I watch every Christmas movie available on Netflix every weekend in December. I watch Arthur Christmas, Elf, Christmas with the Kranks, and Home Alone every Christmas Eve in bed with a cup of wine in my hand. I wake up early on Christmas to see A Christmas Carol with Jim Carrey, The Grinch, and Home Alone 2, with a hot cup of coffee in my hand. And on New Year’s Eve I watch Anderson Cooper and Kathy Griffin on CNN and listen to Frank Sinatra’s “New York, New York” at midnight with a cup of sparkling wine in my hand. It’s sad and depressing, but it’s romantic and beautiful.

It’s the most wonderful time of the year. For a solitaire like me, it’s the saddest time of the year. It’s a unscapable reminder that I don’t really have a family, and I don’t have real friends. I don’t have people waiting for me to show up for dinner. I don’t have people to buy gifts for. I don’t have people to kiss and hug at midnight. I don’t have a new year I look forward to. But somehow, I’m happy in my own way. I enjoy the holiday season the best way I can. I don’t expect to get what I don’t give. I’m a self-absorbed narcissist and I know I’m lonely because I surround myself with loneliness. I’m not a victim in any way, shape, or form. I’ve built a lonely life by choice. I love solitude. I’m a masochist.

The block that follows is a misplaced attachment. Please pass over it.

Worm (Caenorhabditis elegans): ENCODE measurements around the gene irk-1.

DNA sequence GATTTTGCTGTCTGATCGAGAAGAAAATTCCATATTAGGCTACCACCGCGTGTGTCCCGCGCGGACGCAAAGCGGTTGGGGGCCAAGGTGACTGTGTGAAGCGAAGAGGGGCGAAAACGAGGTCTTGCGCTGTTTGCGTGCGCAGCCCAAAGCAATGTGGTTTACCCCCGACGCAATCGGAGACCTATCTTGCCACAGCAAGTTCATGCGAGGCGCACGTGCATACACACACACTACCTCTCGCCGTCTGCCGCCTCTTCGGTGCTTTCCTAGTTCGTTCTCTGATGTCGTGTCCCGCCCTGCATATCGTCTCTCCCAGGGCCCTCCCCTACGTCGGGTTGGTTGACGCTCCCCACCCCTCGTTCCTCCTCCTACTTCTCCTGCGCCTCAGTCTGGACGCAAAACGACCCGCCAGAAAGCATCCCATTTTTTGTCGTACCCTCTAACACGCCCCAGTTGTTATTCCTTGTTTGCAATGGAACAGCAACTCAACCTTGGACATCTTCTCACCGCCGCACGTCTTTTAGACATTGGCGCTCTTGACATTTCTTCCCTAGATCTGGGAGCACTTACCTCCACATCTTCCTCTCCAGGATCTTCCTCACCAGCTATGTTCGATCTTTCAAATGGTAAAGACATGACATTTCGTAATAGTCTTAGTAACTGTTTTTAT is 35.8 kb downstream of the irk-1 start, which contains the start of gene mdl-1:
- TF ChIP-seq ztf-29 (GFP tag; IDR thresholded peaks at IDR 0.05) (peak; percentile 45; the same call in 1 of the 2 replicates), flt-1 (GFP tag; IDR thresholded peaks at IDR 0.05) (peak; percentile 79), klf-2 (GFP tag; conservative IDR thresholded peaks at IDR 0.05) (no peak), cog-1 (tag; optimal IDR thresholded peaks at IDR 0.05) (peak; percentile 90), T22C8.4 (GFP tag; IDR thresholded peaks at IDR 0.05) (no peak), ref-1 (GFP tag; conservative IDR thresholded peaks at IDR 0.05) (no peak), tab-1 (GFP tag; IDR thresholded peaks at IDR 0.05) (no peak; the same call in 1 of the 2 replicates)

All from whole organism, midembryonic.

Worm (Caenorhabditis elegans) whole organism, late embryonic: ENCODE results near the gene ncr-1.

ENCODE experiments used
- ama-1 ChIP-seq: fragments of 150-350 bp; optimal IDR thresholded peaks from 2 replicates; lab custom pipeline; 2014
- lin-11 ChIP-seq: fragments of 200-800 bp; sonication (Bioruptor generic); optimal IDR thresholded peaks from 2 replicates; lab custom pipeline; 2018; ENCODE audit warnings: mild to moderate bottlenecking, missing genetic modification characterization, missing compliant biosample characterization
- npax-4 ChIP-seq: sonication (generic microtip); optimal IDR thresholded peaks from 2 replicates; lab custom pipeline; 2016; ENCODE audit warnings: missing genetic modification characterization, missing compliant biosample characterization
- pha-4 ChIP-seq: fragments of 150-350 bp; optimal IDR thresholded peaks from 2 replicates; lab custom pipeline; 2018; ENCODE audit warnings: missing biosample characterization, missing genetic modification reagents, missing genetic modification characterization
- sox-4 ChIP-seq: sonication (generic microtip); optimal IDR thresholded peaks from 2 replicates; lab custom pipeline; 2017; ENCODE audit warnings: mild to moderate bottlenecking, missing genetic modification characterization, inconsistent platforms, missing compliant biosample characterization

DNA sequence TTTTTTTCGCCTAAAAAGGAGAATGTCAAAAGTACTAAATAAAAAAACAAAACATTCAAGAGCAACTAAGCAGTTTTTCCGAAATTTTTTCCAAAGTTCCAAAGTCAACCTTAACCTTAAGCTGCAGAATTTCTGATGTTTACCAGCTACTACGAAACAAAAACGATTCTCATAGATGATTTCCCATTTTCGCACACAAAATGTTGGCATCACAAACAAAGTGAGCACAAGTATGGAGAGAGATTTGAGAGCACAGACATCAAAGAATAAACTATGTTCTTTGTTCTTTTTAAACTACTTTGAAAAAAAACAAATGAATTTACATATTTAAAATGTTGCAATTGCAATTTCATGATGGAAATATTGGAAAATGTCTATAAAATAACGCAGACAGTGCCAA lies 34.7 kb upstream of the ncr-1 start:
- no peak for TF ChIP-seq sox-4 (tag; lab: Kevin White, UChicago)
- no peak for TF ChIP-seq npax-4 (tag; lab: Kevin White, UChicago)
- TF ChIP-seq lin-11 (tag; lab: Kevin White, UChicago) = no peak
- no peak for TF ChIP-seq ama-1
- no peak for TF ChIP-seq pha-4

Sadness is my way of life. Then why am I complainting about it? Is it because being hopeful is the one thing I’ve learned from all the Christmas movies I’ve seen? Is it because I want to feel the joy and love all those Christmas songs talk about so much? Or is it that maybe I’m just human, and I need company even when I think I don’t want it?

Last year I finally learned that I can’t judge people by how they look. This year I learned to interact and open up with others much more than I’m used to. I’m not surprised it has payed off. I’m surprised that I’ve felt so touched by others, and they don’t even know it. Just saying good morning or saying hi to me, it’s a tiny gesture, but they have no idea how much it means to me. The way my coworkers have showed support, or that my friends text me to go out, even if it’s last minute, almost makes my heart grow two sizes. It’s the kind of attention I did not think possible a year ago. It’s astonishing to me that all these people, in one way or another, tiny or big, have transformed my life in a matter of months. And they don’t even know it. I’m greatly thankful and it breaks my heart that I can’t give back what they have given me. It was my early Christmas gift this year.

I’ll still be alone, but this time more than ever, I’ll be alone by choice, and not because I believe I’m not wanted or not worth loving. Maybe next year all my troubles will be miles away. It’s almost midnight. I’ll be in the balcony seeing the fireworks by myself, with a cup of Rosé in my hand, and then I’ll go to sleep. It’s sad, but it’s beautiful. The only thing I would change is the McDonald’s burger for my grandma’s Gallina Rellena. It’d make it a perfect night.